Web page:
why women tech founders in canada?

kari lamotte & tammy meyers

filling a gap

About WTF

Our first mission was to understand what gap we were filling in a tech community loaded with organizations to further the advancement of women, both in and out of tech. We selected a group of 8 female founders, representing various stages of startup development, from pre-revenue to $10 Million in annual revenues (all incorporated), and asked them what they needed and how a group like this could help them.

Of particular excitement right now is the energy building in the BCTech community to support women in tech. We will be working to ensure this group is complementary to the programming offered there, and that we also share opportunities that may be of interest to this community as their initiative continues to grow.

our first initiative

Coffee Connections

Our first initiative is the organization of “Coffee Connections”. Each month, a founder is paired with another founder to set up a coffee date at some point convenient to the two of them. Over this coffee, they will have a chance to tell their story, get to know another founder, and to build relationships across the industry. As these relationships build, we can create opportunities for programs that are highly targeted to the experience of female founders.

Of particular excitement right now is the energy building in the BCTech community to support women in tech. We will be working to ensure this group is complementary to the programming offered there, and that we also share opportunities that may be of interest to this community as their initiative continues to grow.

Kari LaMotte

co-founder

With so many groups helping women to achieve in their tech careers, why is it that women leading technology startups often feel like something is missing? It’s a question I know I’ve been trying to solve ever since founding my own tech company and experiencing the feeling of being “lonely at the top.”

After running my own startup, Groupanizer, for 7 years, I was fortunate enough to be selected as one of the delegates for the 2015 TechWomen Canada initiative in Silicon Valley, where 20 Female Tech Leaders from across Canada were immersed in the Valley Tech Scene for a few days. Great event that I highly recommend you check out, if your company is in revenue and scaling.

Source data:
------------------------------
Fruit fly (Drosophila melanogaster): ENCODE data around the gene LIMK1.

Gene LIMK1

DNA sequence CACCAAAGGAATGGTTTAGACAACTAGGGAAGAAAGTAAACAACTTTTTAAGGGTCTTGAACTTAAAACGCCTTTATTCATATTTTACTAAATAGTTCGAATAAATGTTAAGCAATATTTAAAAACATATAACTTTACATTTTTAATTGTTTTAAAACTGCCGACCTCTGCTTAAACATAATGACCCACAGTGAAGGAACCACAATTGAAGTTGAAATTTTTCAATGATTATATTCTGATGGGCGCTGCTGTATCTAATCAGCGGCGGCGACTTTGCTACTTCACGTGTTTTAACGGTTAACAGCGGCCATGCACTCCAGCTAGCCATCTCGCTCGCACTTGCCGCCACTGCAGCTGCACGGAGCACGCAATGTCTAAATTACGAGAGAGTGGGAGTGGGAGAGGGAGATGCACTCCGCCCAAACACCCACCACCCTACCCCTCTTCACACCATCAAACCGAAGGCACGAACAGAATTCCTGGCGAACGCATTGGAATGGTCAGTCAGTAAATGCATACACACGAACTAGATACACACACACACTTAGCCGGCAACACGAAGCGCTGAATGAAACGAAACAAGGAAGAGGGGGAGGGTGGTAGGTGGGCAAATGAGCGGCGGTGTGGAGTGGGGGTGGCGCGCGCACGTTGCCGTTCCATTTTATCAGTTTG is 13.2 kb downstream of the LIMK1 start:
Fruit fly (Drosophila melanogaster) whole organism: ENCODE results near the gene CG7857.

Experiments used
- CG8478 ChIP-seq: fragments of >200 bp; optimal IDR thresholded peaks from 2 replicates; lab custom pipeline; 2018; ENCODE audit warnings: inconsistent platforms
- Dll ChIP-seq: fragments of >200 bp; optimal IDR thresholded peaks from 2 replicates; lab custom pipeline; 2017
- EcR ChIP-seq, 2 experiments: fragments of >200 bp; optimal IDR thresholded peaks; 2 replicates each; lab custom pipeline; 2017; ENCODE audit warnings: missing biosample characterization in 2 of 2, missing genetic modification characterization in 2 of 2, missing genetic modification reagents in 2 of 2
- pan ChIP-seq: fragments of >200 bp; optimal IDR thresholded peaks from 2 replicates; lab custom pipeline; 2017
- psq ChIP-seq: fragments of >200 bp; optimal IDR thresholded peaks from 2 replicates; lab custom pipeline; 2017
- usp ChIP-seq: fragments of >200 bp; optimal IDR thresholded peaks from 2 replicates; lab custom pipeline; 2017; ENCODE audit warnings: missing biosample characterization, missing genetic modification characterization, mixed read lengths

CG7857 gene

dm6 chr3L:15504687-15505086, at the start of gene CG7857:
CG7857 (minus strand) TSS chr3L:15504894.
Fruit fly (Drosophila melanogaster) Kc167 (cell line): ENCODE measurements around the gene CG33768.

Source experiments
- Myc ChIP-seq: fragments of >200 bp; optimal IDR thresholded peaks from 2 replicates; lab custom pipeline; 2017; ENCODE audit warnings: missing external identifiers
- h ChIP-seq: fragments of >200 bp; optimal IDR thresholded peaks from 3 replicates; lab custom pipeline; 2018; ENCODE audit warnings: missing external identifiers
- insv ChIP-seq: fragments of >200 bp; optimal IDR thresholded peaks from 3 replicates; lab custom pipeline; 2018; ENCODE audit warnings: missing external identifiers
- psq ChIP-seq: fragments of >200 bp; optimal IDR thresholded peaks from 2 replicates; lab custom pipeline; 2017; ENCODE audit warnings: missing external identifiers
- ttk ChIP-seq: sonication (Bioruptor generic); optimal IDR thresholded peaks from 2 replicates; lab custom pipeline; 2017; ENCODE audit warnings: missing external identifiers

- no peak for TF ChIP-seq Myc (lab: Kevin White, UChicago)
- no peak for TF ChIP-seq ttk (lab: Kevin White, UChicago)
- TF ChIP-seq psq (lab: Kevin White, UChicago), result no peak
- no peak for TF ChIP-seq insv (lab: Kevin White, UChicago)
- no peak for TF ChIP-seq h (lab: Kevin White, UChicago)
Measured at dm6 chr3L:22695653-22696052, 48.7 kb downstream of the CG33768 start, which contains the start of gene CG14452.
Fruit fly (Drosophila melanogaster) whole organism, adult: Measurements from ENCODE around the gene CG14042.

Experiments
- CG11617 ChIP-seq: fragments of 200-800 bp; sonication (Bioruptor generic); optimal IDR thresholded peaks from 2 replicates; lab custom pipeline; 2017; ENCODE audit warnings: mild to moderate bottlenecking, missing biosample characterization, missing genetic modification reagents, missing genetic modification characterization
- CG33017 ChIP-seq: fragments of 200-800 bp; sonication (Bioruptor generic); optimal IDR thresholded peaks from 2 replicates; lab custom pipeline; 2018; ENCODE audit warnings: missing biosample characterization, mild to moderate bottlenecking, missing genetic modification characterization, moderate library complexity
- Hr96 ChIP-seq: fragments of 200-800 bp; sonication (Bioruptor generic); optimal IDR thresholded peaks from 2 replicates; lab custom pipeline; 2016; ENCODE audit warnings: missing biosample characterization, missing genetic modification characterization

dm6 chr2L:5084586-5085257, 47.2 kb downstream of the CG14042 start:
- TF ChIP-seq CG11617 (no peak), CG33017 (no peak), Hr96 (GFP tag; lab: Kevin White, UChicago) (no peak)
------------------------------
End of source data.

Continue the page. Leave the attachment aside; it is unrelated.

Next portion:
During that conference, I met 19 other women leading companies (mostly founders), several from Vancouver. I had never heard of any of them before that event, and yet, we all shared the sense of instant connection with each other. We understood the challenges we each were facing and for the first time, there was a sense of community in what we were all trying to achieve. What an amazing feeling to suddenly have a network of people who “get” each other!

Coming back to Vancouver, I decided to make a point of connecting to other female founders, and when I did, I asked them if that feeling was something unique to me. Every single female founder I spoke to shared similar experiences. What was even more interesting was that as I connected with these amazing women on LinkedIn, I realized that they weren’t connected to each other and there was an opportunity for a community to be built.

In Spring of 2017, I ran across a female founder who shared my vision and was passionate about bringing awareness to the unique difficulties you face as a female founder while you build a company. Tammy Meyers is the Co-Founder and COO of QuestUpon, and she joined me to co-found Women Tech Founders – the organization of female founders you see today.

What an amazing feeling to suddenly have a network of people who “get” each other!

Tammy Meyers

co-founder

I began my startup journey in 2011 with our location-based augmented reality company, now known as QuestUpon. We bootstrapped, did a few pivots along the way, hired staff, joined accelerators, worked with advisors, wrote grants, won awards, etcetera.

Through this amazing startup rollercoaster I found myself noticing that I was often the only woman, (or one of the only women), in the room, whether that be in our company, or with advisory groups, investor meetings, and tech events. Some of my previous career roles, (cable industry; heli-logging industry), often had few women in them too. So working in a male-dominated industry wasn’t exactly a new thing for me to deal with. However, when I started learning about the statistics of gender inequality in the tech industry, I started paying more attention.

In July 2016, the Canadian Press did a feature on myself and other women entrepreneurs disrupting the male-dominated tech industry. It was this interview, and others that followed, that started me talking about this topic more openly, and inspiring me to further change in the industry. I saw a lot of ‘women in tech’ groups popping up, and I joined one that was for C-level leaders.

Yet it wasn’t until I met Kari LaMotte, and we started talking about our experiences of running our own startups and the various challenges we’ve faced as women entrepreneurs that I realized I’d never had this type of conversation with another woman co-founder. It was so enlightening and inspiring to know that the things I was going through were normal for women in my role! How had I not come across these women (founders/co-founders) before?!  

From this meeting, and others that followed, Kari and I decided to co-found this group, WTF – Women Tech Founders. We look forward to help each other get connected, lead, grow, and feel empowered.

IT WAS SO ENLIGHTENING AND INSPIRING TO KNOW THAT THE THINGS I WAS GOING THROUGH WERE NORMAL FOR WOMEN IN MY ROLE!

get in touch

Whether you want more information or to become a member, contacting us is the first step